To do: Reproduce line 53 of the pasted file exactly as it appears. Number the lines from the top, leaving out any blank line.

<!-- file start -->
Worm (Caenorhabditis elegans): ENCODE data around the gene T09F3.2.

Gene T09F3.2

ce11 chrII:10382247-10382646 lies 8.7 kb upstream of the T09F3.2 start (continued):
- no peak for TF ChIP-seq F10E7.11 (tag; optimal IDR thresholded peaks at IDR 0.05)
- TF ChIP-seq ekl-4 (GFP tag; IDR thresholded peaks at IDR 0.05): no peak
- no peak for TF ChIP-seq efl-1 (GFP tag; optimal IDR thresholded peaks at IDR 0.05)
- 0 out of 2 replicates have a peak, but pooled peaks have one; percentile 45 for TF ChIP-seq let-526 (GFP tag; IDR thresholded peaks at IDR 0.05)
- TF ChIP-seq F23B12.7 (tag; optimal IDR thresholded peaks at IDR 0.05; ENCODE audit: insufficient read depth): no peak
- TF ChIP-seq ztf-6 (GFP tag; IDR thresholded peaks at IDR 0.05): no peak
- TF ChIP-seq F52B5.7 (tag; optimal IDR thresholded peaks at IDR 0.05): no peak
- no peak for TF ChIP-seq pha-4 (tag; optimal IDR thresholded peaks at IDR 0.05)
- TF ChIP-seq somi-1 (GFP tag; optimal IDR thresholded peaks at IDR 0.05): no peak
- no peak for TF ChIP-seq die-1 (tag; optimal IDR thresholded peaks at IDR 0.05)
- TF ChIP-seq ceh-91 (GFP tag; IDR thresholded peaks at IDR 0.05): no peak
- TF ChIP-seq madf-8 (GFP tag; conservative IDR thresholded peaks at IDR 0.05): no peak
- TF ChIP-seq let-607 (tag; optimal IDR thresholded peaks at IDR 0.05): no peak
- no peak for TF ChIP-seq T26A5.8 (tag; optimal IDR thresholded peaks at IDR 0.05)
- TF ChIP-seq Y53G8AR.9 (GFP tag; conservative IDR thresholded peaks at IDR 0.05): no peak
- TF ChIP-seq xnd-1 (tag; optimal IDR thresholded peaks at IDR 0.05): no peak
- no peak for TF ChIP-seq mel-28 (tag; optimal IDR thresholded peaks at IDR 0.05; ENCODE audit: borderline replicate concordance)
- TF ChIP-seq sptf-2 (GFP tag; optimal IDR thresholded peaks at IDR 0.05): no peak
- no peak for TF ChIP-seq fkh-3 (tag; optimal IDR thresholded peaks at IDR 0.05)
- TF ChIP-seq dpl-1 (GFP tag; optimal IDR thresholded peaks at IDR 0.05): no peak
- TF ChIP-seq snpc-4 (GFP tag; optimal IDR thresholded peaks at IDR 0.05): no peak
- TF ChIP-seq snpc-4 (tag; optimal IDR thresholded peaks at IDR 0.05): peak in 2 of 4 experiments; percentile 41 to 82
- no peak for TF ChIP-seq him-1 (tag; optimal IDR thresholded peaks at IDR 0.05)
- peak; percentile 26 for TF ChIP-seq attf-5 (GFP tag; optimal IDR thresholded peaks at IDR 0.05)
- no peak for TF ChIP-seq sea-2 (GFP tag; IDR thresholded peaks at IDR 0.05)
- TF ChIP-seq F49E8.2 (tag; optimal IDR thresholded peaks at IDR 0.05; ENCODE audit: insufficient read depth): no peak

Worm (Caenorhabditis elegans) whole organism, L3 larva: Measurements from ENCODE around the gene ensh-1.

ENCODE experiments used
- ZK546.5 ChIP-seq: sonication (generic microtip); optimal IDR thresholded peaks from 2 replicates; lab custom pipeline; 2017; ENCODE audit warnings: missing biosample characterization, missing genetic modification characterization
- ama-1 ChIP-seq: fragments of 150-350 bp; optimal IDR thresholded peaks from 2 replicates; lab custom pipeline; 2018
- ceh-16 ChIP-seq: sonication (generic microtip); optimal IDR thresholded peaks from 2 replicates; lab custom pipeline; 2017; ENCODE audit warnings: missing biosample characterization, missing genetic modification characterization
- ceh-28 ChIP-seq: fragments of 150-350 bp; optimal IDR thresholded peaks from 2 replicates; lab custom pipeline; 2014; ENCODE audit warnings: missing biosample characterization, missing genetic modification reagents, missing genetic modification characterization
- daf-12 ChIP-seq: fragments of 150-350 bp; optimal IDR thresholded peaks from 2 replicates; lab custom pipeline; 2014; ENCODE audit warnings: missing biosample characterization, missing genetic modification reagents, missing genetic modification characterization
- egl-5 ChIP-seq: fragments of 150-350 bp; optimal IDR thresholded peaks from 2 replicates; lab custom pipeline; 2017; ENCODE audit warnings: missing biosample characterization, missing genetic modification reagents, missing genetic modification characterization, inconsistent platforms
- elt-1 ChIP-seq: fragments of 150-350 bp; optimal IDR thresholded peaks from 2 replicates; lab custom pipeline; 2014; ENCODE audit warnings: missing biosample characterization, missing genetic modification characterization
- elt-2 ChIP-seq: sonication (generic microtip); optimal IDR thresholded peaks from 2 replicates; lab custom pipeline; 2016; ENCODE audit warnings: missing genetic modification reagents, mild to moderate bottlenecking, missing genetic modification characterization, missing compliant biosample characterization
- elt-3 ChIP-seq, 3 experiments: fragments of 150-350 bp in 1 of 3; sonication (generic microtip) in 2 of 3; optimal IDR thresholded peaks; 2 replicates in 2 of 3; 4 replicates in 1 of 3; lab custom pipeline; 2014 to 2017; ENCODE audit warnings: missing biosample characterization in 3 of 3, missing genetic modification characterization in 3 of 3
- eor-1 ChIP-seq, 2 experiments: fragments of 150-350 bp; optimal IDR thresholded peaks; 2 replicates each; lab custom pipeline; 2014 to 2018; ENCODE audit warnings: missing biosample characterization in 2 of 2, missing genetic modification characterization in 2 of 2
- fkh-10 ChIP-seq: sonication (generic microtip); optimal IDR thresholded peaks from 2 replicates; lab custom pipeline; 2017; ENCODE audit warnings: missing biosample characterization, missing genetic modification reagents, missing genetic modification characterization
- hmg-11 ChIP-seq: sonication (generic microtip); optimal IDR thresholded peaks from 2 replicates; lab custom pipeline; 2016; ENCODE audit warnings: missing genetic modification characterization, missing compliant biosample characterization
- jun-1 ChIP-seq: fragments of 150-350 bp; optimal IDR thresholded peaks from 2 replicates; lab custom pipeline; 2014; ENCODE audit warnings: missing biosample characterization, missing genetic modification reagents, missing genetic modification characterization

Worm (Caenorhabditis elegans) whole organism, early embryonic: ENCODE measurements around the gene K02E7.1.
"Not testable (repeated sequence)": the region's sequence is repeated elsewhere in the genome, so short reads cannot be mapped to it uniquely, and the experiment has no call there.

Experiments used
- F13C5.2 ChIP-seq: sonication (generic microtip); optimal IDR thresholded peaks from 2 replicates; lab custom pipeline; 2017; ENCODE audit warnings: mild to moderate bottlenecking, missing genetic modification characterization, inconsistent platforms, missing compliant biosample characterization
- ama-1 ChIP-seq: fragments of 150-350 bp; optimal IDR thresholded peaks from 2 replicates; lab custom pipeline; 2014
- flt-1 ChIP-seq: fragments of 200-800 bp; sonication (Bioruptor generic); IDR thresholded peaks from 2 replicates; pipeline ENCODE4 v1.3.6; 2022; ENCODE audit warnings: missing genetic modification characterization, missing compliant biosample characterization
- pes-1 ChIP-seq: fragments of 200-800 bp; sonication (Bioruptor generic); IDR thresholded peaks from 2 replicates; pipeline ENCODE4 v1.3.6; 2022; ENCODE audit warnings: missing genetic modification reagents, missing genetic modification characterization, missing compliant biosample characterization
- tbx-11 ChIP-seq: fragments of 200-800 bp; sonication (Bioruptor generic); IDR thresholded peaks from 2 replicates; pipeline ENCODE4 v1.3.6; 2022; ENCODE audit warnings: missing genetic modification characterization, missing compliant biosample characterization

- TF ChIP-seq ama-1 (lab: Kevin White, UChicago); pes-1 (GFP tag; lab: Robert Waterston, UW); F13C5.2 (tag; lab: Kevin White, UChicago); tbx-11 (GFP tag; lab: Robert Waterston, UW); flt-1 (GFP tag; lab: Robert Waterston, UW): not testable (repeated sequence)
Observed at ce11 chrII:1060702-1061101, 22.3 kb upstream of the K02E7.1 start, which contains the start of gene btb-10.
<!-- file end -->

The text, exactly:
- TF ChIP-seq ama-1 (lab: Kevin White, UChicago); pes-1 (GFP tag; lab: Robert Waterston, UW); F13C5.2 (tag; lab: Kevin White, UChicago); tbx-11 (GFP tag; lab: Robert Waterston, UW); flt-1 (GFP tag; lab: Robert Waterston, UW): not testable (repeated sequence)